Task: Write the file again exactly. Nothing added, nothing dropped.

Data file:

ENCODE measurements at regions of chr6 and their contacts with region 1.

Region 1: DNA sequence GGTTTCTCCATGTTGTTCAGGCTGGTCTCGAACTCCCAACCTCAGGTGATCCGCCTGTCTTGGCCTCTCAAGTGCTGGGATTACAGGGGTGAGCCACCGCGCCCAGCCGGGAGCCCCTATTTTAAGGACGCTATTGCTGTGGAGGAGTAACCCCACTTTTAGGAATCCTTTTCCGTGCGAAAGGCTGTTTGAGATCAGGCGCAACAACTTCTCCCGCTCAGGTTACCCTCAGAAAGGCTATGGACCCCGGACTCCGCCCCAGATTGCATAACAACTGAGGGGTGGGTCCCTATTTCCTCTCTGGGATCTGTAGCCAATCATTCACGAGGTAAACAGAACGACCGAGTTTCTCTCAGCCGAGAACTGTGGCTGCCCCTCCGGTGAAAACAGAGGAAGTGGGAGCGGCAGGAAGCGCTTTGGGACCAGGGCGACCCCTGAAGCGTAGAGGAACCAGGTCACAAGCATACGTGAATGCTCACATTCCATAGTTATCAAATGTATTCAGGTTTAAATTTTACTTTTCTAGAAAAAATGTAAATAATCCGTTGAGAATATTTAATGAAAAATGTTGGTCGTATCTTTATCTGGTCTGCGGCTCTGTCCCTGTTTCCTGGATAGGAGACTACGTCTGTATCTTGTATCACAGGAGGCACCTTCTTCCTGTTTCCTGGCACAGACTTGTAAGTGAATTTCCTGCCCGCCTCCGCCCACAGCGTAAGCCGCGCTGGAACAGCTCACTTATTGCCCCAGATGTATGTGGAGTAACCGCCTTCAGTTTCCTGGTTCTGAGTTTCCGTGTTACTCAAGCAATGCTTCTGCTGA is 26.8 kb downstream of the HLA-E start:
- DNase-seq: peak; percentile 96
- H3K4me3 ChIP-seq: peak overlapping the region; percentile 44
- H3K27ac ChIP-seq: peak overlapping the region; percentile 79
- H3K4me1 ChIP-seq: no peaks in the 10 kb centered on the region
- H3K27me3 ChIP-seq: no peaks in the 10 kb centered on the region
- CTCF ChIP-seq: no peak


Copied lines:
ENCODE measurements at regions of chr6 and their contacts with region 1.

Region 1: DNA sequence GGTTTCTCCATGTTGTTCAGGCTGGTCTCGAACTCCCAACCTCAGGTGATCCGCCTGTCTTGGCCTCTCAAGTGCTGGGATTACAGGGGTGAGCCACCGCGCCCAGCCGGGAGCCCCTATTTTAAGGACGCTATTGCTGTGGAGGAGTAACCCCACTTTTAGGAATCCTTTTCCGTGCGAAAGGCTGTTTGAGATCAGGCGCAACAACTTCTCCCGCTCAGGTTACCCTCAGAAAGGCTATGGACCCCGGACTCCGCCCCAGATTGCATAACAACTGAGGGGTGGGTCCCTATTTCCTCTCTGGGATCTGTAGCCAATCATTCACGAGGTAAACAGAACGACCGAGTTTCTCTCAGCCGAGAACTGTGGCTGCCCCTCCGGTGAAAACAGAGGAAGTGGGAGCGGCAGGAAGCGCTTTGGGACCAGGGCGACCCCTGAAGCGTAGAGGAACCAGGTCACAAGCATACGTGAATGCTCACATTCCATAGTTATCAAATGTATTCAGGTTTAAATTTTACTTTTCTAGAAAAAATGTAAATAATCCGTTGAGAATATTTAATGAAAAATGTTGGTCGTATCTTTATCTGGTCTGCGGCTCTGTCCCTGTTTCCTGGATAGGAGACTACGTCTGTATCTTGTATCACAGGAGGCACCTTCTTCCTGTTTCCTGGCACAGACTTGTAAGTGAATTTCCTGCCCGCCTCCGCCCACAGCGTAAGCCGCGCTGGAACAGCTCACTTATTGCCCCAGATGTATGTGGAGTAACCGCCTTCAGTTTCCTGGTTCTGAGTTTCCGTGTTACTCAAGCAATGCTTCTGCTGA is 26.8 kb downstream of the HLA-E start:
- DNase-seq: peak; percentile 96
- H3K4me3 ChIP-seq: peak overlapping the region; percentile 44
- H3K27ac ChIP-seq: peak overlapping the region; percentile 79
- H3K4me1 ChIP-seq: no peaks in the 10 kb centered on the region
- H3K27me3 ChIP-seq: no peaks in the 10 kb centered on the region
- CTCF ChIP-seq: no peak